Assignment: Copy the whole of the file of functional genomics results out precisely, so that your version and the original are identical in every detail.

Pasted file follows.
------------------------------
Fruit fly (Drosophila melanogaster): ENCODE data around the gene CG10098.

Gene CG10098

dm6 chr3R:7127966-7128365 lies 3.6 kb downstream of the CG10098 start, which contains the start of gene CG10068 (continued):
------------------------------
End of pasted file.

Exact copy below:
Fruit fly (Drosophila melanogaster): ENCODE data around the gene CG10098.

Gene CG10098

dm6 chr3R:7127966-7128365 lies 3.6 kb downstream of the CG10098 start, which contains the start of gene CG10068 (continued):